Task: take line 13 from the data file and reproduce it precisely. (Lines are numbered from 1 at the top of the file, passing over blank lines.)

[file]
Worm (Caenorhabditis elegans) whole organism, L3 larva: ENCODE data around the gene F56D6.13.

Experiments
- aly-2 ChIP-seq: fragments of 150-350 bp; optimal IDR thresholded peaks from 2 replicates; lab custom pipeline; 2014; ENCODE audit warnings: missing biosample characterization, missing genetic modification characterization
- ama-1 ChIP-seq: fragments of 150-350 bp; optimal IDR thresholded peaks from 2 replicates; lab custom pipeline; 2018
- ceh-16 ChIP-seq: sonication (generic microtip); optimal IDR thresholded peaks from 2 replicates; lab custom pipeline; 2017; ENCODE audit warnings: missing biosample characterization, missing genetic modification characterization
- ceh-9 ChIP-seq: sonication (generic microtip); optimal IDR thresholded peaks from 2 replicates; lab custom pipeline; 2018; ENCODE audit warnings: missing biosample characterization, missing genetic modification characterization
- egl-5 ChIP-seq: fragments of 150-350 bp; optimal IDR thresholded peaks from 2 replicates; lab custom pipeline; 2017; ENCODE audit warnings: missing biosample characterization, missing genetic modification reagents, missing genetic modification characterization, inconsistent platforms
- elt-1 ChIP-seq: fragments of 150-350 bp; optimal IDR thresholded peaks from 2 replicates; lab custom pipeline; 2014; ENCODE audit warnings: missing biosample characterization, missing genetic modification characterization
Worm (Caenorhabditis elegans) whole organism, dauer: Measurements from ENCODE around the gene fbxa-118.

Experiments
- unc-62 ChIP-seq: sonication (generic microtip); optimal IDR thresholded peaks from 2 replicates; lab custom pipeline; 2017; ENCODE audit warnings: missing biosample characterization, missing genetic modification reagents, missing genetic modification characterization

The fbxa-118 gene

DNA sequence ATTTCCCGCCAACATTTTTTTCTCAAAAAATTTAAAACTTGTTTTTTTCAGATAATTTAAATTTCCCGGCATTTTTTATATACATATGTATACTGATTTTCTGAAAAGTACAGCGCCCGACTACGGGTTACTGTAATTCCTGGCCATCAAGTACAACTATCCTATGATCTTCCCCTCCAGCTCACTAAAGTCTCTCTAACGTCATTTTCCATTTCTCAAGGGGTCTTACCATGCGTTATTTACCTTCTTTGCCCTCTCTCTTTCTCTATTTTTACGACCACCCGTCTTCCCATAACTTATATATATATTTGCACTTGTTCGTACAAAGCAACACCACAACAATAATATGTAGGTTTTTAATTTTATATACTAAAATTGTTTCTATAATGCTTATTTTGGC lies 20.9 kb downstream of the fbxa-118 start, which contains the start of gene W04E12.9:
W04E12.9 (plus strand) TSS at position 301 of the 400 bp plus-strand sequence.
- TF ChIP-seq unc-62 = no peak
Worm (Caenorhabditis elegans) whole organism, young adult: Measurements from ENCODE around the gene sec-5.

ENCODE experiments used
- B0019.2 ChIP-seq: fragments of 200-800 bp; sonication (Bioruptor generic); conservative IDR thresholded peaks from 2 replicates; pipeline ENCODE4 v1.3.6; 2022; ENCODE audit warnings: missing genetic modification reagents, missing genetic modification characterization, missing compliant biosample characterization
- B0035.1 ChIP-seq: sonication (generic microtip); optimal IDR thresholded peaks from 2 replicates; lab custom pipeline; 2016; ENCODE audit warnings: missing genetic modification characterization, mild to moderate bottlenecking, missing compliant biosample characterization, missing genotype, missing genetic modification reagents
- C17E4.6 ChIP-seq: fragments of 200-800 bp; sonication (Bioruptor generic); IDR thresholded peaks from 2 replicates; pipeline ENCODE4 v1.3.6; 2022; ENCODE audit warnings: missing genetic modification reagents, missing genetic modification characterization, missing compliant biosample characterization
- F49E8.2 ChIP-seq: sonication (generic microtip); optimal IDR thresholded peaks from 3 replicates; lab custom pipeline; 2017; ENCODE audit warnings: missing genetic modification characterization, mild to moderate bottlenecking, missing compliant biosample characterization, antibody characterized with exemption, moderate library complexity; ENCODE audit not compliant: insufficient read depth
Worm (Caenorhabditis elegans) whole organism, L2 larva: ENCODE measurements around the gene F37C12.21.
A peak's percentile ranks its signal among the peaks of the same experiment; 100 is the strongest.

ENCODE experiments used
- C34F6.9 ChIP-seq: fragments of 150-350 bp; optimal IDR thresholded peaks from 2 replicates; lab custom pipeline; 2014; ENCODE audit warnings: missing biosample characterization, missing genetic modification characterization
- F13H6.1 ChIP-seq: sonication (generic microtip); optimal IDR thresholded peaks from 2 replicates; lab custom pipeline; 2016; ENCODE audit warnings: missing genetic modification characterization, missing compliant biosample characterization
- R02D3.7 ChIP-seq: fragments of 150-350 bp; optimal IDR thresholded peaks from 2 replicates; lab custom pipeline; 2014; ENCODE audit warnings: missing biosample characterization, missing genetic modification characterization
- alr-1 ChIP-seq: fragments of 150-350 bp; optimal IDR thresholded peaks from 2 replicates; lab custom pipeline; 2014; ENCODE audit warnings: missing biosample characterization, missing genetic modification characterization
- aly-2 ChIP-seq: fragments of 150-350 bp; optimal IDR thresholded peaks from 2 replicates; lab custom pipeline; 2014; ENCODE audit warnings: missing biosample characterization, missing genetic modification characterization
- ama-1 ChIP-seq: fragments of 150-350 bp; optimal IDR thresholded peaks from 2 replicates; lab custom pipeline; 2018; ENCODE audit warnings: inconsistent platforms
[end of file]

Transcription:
DNA sequence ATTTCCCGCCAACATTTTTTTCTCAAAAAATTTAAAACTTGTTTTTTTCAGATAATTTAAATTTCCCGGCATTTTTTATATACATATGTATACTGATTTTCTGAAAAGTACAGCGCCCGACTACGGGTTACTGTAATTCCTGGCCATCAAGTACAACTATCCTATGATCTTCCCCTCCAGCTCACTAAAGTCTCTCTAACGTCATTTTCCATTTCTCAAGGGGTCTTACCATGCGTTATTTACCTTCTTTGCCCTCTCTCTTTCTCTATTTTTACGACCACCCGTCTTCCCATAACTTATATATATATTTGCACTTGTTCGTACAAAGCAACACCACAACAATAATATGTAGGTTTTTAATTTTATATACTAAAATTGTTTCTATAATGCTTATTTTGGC lies 20.9 kb downstream of the fbxa-118 start, which contains the start of gene W04E12.9: